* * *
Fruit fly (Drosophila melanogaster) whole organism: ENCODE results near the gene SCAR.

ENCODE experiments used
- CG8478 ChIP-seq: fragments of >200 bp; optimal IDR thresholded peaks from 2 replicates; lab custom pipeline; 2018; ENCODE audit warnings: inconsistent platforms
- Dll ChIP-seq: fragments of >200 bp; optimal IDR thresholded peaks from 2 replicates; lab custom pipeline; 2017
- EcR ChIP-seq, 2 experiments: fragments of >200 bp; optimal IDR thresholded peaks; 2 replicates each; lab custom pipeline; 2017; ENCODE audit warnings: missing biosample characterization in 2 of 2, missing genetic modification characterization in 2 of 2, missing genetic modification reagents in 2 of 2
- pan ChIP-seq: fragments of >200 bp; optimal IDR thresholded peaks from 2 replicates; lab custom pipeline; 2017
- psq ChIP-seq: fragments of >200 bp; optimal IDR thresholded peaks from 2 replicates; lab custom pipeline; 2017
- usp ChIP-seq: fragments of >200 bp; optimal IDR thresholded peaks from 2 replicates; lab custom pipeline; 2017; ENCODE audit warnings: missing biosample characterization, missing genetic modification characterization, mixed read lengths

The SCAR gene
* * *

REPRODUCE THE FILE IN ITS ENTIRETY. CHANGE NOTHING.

Fruit fly (Drosophila melanogaster) whole organism: ENCODE results near the gene SCAR.

ENCODE experiments used
- CG8478 ChIP-seq: fragments of >200 bp; optimal IDR thresholded peaks from 2 replicates; lab custom pipeline; 2018; ENCODE audit warnings: inconsistent platforms
- Dll ChIP-seq: fragments of >200 bp; optimal IDR thresholded peaks from 2 replicates; lab custom pipeline; 2017
- EcR ChIP-seq, 2 experiments: fragments of >200 bp; optimal IDR thresholded peaks; 2 replicates each; lab custom pipeline; 2017; ENCODE audit warnings: missing biosample characterization in 2 of 2, missing genetic modification characterization in 2 of 2, missing genetic modification reagents in 2 of 2
- pan ChIP-seq: fragments of >200 bp; optimal IDR thresholded peaks from 2 replicates; lab custom pipeline; 2017
- psq ChIP-seq: fragments of >200 bp; optimal IDR thresholded peaks from 2 replicates; lab custom pipeline; 2017
- usp ChIP-seq: fragments of >200 bp; optimal IDR thresholded peaks from 2 replicates; lab custom pipeline; 2017; ENCODE audit warnings: missing biosample characterization, missing genetic modification characterization, mixed read lengths

The SCAR gene